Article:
Set aside sparring over precise wording, the point is that BDUK/DCMS will not allow the customer receiving BDUK money to specify (directly or indirectly) that FTTP must be provided but bidders for the contract can offer it.

The sad irony is that DCMS has simultaneously set up a digital infrastructure fund specifically to provide soft loans for "full" fibre. In addition, they offer a period of rates relief. Clearly this is state aid in any real sense of the term. The whole issue is largely an exercise in bureaucratic handwaving, mostly applied in a rigid and absurd manner.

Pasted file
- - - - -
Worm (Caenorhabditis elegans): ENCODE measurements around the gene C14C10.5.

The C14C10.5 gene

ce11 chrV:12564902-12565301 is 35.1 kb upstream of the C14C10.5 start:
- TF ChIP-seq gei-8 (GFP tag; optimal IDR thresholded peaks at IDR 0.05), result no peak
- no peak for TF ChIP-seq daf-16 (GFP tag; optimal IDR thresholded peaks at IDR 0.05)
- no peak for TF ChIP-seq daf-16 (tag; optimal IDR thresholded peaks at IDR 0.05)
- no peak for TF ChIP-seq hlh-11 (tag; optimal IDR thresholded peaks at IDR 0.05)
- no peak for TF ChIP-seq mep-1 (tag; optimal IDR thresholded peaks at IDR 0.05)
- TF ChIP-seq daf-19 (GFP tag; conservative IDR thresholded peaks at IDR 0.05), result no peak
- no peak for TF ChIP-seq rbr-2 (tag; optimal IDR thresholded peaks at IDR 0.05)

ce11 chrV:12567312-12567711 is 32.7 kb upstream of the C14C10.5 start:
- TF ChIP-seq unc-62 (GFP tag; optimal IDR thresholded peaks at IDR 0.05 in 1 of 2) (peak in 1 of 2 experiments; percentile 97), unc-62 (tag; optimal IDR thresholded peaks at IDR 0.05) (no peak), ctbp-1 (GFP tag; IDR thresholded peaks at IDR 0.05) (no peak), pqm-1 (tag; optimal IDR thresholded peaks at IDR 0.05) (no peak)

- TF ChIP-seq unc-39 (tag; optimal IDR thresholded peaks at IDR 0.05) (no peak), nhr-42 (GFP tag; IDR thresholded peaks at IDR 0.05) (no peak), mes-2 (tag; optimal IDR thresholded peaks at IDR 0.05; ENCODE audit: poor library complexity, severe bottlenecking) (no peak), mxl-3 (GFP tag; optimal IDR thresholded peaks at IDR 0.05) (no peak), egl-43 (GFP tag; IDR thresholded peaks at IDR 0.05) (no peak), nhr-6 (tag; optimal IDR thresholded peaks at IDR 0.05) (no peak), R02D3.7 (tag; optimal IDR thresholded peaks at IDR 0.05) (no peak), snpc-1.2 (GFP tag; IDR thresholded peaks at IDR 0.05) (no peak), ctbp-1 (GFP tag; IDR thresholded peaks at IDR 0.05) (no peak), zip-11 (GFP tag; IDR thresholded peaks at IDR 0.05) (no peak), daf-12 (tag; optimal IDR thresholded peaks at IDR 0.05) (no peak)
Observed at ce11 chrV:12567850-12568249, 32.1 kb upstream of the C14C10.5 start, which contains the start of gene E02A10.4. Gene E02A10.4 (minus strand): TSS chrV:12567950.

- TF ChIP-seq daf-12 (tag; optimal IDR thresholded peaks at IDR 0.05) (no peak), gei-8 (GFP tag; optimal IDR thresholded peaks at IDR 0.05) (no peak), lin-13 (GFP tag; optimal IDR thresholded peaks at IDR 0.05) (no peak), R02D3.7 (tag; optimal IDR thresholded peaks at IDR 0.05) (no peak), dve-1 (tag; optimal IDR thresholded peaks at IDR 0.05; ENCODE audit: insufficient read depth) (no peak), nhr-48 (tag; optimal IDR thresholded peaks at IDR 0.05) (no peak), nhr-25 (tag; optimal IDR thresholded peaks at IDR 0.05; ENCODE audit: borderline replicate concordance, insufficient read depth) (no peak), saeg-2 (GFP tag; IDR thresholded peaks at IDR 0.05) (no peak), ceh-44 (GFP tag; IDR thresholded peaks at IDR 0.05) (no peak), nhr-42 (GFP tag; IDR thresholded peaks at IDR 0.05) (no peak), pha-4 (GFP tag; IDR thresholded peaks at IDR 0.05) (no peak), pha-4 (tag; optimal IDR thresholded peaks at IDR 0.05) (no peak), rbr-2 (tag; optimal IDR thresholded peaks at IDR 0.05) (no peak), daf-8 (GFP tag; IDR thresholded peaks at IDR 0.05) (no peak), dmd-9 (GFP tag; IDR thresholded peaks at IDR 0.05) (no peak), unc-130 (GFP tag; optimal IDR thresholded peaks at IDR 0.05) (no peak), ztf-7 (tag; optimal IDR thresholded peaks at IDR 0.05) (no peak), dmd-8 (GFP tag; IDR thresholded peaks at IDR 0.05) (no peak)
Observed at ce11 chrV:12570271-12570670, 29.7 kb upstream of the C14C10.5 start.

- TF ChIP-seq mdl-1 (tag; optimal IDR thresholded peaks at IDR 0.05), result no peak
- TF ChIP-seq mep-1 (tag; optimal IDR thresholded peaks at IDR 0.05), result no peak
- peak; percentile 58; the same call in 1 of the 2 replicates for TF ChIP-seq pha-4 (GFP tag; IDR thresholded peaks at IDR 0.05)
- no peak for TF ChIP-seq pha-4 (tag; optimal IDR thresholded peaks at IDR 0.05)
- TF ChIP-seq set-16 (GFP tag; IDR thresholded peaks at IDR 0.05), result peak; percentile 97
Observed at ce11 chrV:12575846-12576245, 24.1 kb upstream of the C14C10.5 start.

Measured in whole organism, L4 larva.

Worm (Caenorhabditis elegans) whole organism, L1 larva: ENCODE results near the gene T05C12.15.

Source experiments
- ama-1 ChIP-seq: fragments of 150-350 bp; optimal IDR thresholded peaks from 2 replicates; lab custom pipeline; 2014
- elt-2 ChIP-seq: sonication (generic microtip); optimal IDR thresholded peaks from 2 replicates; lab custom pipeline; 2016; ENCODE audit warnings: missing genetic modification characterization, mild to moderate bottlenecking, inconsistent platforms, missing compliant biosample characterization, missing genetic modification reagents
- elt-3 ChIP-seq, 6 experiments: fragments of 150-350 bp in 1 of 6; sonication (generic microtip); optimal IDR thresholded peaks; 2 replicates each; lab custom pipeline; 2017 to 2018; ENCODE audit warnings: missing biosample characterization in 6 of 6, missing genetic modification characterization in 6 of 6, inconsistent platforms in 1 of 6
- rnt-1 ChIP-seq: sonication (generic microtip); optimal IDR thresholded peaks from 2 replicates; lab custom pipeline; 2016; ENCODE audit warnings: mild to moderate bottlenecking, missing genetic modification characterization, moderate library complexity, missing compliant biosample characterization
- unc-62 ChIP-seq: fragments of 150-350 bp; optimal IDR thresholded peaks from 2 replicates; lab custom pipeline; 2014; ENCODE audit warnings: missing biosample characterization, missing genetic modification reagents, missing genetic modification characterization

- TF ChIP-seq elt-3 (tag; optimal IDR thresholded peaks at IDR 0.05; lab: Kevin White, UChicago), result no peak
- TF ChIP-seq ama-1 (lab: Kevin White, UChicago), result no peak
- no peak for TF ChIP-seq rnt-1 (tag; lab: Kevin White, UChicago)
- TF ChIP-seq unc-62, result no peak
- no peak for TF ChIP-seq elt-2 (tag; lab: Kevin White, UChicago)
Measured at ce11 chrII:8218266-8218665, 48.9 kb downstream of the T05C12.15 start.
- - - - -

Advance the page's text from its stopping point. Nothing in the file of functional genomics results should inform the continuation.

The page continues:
• gah789
  • over 3 years ago

From the suppliers point of view what is often not appreciated is that if the procurement process as well as the implementation is challenged and found in breach (remember also includes procurement process) then it is not the authority that has to pay back the money it is the recipient - something which tend to make potential bidders very cautious.

  • Gadget
  • over 3 years ago


As I pointed out. The issue is that the whole BDUK process was not set up to enable community provision. Community providers were essentially just seen like any other bidder for a contract. It was never set up to provide grants to community provision groups for whatever technical solution they favour.

I'm not sure what issues there would be with EU legislation over direct grants to community groups, but the BDUK programme was predicated on putting the downside risk on suppliers (which meant suppliers had to be financially sound and credible).

  • TheEulerID
  • over 3 years ago